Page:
Over the past few years, Google has been, along with eBay and Wi-Fi, among the few happy tales in Tech Land. Now tech enthusiasts and some Wall Street money folks are panting for a Google IPO; taking Google public could raise $2 billion and bring a rush of other tech IPOs. As always, the big investment banks will hog the early action, but insiders whisper that Brin and Page, always thinking outside the box, might set up an online auction to allow millions of loyal Googlers a shot at some shares. For more on this subject, google it.

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Chairman, U.S. Securities and Exchange Commission

Why Watch? SEC chief faces a raft of problems in cleaning up financial scandals.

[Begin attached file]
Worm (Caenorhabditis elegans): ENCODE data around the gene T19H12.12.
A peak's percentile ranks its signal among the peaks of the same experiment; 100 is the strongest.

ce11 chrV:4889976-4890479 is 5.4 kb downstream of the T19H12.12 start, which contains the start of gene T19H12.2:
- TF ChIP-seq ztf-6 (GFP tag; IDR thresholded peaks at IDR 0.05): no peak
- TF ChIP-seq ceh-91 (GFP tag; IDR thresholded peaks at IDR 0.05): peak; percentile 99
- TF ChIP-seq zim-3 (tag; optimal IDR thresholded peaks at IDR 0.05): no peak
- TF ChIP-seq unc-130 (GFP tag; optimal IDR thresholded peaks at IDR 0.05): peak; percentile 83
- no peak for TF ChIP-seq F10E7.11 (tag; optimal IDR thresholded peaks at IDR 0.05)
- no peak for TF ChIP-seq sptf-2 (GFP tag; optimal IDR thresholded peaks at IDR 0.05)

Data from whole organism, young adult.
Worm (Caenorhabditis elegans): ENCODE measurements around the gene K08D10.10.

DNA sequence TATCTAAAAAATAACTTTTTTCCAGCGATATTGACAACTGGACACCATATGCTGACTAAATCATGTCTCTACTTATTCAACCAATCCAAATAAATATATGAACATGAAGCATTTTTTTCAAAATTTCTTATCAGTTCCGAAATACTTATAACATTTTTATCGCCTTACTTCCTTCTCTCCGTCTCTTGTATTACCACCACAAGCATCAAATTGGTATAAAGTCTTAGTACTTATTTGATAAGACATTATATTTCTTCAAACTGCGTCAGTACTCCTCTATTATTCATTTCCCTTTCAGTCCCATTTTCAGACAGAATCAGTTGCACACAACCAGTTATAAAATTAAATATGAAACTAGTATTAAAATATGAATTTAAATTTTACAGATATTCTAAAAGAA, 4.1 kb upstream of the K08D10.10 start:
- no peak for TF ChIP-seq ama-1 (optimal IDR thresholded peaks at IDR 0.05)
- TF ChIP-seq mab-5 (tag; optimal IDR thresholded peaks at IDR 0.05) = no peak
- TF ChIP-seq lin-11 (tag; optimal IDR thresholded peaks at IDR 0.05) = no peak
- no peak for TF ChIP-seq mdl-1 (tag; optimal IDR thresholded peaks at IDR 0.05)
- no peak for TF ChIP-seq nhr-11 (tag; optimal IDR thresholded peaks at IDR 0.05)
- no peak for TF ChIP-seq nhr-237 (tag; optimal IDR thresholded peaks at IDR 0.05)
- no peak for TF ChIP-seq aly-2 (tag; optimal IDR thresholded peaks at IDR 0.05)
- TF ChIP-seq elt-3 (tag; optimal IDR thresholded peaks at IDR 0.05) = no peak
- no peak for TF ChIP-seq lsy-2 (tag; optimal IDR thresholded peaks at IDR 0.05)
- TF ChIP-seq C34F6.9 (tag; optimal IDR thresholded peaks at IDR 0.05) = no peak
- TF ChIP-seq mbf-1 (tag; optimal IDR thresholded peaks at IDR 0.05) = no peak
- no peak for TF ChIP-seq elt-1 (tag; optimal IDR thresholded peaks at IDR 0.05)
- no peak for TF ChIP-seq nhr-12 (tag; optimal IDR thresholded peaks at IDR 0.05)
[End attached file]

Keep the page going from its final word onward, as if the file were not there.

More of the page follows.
That old Chinese curse, "May you live in interesting times," must have occurred to William Donaldson over the past few months.

Accounting scandals. Corporate fraud. Improper trading practices in the $7 trillion mutual-fund industry. Times don't get much more interesting than these for the government agency charged with protecting investors and maintaining the integrity of the financial markets.

Donaldson, 71, took the SEC's reins last year following the resignation of Harvey "Embattled" Pitt, who was criticized for being too close to the scandal-plagued accounting industry. With polls showing the public's confidence in the SEC at an all-time low, Donaldson, a founder of the Wall Street investment house Donaldson, Lufkin & Jenrette and a former chairman of the New York Stock Exchange, pledged to create "a new environment of integrity and accountability that goes well beyond adherence to laws."

Since then, Donaldson has been playing Whack-A-Mole with one ethical mess after another as critics wait to see whether he and his boss, President Bush, are serious about using the agency's expanded powers, granted by the Sarbanes-Oxley Act, including stronger criminal penalties for white-collar crimes and new rules for stock analysts and lawyers.